/ Window of the soul @en / Paralympic Dressage: When Disability Doesn’t Stand in the Way of Your Passion

Paralympic Dressage: When Disability Doesn’t Stand in the Way of Your Passion

There are moments when your passion takes over everything else and in actual fact drives you on to achieve those longed-for results. Equestrianism is a sport that demands commitment and sacrifices where horse and rider have to find a perfect harmony – so far so good. But there is something even more marvellous that can happen in horse-riding. I’m talking about, of course, athletes with physical disabilities. Young men and women whom, at first sight, you would never imagine could possibly ride in the saddle but who – apart from being fantastic human beings – are people who achieve results their able-bodied colleagues can only dream of.

by Novella Donelli
Photos by Silvia Ciarrocchi

I would like to tell you the  story of the Italian Paralympic Dressage team: we’re talking here of a discipline where horse and rider create shapes and figures within a rectangular area measuring 20 x 40 (sometimes 20 x 60) square metres. We’re talking here of four young women and one young man whom I have the good fortune to know personally and whom I consider to be exceptional and extraordinary people. They have just returned from the European championships where they came fourth in the team competition and won two bronze medals in the individuals and they are now working towards the Rio Paralympics in 2016.
Their captain and winner of those individual medals is Sara Morganti, a most delightful but strong-willed lady, with an utterly winning smile and the strength of a true competitor but who at the age of nineteen years old was diagnosed with multiple sclerosis and a few years later could not walk anymore. But together with her horse, an eight-year-old bay called Royal Delight the sky’s the limit, now. I’ve seen girls and boys tremulously asking for her autograph and saying “Sara, if I could only ride a tenth as well as you do! Just seeing you gives me goose-bumps!”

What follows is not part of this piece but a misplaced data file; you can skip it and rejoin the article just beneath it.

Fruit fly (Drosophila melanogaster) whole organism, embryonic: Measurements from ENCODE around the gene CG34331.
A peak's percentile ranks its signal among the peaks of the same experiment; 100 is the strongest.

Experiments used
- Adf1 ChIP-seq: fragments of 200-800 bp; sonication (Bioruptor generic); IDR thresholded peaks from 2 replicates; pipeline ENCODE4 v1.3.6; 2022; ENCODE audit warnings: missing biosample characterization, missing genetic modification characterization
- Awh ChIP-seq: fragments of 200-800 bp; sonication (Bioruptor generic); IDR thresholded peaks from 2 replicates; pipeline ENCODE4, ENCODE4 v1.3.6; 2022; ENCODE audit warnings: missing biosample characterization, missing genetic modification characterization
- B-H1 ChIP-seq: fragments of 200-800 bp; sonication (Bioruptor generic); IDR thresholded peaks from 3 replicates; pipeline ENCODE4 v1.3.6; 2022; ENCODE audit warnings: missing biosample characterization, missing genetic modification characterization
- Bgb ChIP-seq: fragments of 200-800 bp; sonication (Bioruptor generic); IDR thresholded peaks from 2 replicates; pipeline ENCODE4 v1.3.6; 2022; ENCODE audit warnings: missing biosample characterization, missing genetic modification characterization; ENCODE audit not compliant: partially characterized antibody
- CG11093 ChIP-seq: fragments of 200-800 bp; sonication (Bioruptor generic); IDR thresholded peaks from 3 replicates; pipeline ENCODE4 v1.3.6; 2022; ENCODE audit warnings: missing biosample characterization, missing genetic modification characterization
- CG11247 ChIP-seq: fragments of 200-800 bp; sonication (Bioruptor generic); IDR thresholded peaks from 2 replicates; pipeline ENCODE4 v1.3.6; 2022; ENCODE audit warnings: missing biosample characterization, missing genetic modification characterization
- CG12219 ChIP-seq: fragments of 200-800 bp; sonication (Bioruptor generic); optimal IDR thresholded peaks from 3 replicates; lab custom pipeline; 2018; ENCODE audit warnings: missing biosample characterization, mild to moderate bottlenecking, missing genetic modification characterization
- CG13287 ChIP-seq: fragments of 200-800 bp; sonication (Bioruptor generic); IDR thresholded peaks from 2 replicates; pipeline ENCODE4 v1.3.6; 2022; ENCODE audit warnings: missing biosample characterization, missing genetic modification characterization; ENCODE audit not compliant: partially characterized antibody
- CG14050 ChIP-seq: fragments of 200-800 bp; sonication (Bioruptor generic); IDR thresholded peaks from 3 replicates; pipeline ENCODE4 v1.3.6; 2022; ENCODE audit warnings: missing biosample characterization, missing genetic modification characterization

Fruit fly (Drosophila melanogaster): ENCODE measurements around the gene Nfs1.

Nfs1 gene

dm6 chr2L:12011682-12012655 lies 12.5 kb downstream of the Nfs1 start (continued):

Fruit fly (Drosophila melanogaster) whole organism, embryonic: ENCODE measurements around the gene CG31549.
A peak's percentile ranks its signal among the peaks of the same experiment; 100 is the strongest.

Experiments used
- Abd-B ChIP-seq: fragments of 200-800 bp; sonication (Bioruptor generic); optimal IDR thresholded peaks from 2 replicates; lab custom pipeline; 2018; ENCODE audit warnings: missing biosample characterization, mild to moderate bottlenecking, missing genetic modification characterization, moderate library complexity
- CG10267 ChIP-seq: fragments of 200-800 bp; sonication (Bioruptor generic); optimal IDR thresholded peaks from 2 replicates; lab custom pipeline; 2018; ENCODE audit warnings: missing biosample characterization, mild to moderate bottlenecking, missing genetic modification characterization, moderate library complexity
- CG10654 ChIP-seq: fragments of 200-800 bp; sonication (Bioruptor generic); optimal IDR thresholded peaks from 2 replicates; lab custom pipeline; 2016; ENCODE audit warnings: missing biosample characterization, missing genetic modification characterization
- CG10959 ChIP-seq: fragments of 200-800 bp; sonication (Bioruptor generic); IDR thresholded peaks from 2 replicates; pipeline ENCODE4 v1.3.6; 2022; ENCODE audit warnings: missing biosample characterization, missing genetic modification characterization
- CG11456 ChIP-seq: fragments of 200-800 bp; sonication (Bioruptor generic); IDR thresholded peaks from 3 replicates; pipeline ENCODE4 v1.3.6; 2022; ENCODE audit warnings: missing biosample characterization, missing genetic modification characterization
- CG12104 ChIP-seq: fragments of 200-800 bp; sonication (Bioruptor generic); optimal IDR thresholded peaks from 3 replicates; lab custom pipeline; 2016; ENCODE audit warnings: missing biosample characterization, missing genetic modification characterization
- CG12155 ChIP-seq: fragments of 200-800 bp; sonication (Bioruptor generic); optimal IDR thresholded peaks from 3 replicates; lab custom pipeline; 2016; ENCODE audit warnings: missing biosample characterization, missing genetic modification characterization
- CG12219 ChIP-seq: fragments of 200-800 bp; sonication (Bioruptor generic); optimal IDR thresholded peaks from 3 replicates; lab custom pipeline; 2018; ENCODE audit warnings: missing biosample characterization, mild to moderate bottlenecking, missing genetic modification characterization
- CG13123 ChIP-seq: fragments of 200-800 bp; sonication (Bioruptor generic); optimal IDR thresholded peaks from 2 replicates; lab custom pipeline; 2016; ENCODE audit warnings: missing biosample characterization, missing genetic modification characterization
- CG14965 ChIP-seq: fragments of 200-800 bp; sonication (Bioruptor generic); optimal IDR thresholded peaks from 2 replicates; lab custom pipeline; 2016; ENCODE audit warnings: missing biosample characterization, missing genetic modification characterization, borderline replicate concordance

Alongside her is Antonella Cecilia, nicknamed Auntie Anto because she is no longer a spring chicken! In her life she has already overcome so much, including losing her 28 year-old son to leukaemia and she has been hit hard by sclerosis, but despite all that, her strength of spirit and her sunny disposition have not faded at all, she sweeps you away with her liveliness. It is who is known all over the social media sites because she cheers on her team-mates wearing a great big wig in the Italian national colours, she never gives up. She approaches her horse-riding with unbridled passion but also profound seriousness of purpose.
The third member of the team is Silvia Ciarrocchi, 28 years old, her great big brown eyes analysing you, slightly warily; I have known her for a lifetime and I can safely say her radial agenesis (a medical condition which in practice means her right arm is shorter than her left) has never been a handicap to her. Some people when they see her stare at her but she takes no notice. After years competing in able-bodied horse-jumping, she has only recently started out in Paralympic dressage achieving some good results in no time at all; her great ambition is to go and compete in the Paralympics.